Drinking Celebrity Mom Had to Be Reported, Fired Social Worker Says

     LOS ANGELES (CN) - After learning that a celebrity mom breastfed her premature twins while drinking alcohol and taking medication, a social worker cried foul and lost her job, she claims in court.
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     Believing that the conduct amounted to child abuse, Mela Ferrer says she reported the celebrity to the Department of Child and Family Services on May 10, 2011.
     That same week, celebrity Nick Cannon told journalist Piers Morgan that he and Mariah Carey had just been visited by the department based on allegations that there was "some drinking and drugs and all that going on while in the hospital."
     The department reportedly determined quickly that there was no merit to the allegations concerning Carey's twins, who were born prematurely at Santa Monica UCLA Medical Center on April 30, 2011.
     But Ferrer says the hospital was worried that her duty-bound report would deter other celebrities from using their facilities. They urged Ferrer to "cover it up to protect the image of the celebrity mother," according to the complaint.
     Neither Carey, Cannon nor their twins are named in the complaint, which refers only to a "well known celebrity."
     Ferrer's lawyer David Olan said he could neither confirm nor deny the identity of the unnamed star.
     As entertainment news outlets covered the investigation into Carey last year, the couple said Carey drank Guinness because hospital staff said it would promote lactating.
     But Ferrer, who was working there on temporary assignment, says "that she was a mandated reporter and was obligated to report the matter to DCFS."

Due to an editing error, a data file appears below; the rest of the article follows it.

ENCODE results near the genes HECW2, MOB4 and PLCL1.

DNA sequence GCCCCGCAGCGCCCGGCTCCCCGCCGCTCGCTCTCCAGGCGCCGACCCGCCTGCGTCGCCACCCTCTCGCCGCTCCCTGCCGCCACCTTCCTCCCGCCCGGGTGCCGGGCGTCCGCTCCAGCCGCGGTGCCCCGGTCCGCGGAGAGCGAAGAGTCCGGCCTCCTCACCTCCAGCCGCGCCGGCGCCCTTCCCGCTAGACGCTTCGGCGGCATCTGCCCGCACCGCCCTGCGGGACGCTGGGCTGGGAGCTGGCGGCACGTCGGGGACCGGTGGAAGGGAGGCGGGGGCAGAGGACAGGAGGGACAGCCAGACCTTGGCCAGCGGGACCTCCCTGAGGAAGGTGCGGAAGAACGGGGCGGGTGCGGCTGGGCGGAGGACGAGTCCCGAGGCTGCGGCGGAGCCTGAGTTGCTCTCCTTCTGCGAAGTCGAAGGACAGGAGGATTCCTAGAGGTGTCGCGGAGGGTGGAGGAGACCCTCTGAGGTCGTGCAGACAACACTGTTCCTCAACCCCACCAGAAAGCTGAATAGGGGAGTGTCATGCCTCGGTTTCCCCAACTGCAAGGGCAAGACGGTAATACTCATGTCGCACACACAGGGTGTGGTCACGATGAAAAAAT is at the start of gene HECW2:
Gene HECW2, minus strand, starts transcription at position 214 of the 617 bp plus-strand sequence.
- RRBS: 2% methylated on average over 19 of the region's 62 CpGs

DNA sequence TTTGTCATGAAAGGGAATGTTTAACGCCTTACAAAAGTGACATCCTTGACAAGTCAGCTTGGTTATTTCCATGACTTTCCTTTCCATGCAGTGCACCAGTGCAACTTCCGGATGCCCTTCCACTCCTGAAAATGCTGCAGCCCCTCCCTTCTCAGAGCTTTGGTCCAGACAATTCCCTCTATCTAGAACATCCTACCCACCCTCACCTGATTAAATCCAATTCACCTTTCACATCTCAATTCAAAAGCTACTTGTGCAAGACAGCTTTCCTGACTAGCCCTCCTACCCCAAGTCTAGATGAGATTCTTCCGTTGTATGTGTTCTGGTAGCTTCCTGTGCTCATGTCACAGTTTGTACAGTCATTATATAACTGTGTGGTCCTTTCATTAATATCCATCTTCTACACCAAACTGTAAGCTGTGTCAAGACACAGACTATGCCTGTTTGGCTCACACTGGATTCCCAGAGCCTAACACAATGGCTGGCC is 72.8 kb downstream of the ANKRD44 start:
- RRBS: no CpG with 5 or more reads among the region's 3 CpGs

"Some (sic) the medications the celebrity mother was taking were not recommended and/or were contraindicated for use by nursing mothers and/or in combination with alcohol," the complaint states.
     Ferrer says one of her supervisors at the hospital, Marcia Colone, reprimanded her on May 11 for filing the report before consulting with the social work supervisor, Josephine Kaplan.
     On May 12, two days after Ferrer filed the report, Kaplan called the 68-year-old Ferrer into her office and fired her.
     Ferrer says she later learned that she had been let go under the pretense of not following "protocol."
     But the hospital never had set rules or procedures for filing complaints to the department, and it was only interested in protecting its celebrity clientele, according to the complaint.
     Ferrer says her replacement is 30 years younger than she is.
     The hospital is named as a defendant, along with Associated Staffing and Resources, Kaplan, Colone, and hundreds of as-yet unnamed defendants.
     Ferrer seeks punitive damages for wrongful termination, violation of several state laws, breach of confidentiality and/or privacy, defamation, intentional infliction of emotional distress, and age discrimination.
     UCLA told Courthouse News that it does not comment on pending litigation.
     The Los Angeles Department of Child and Family Services said it cannot release details of an investigation without a court order.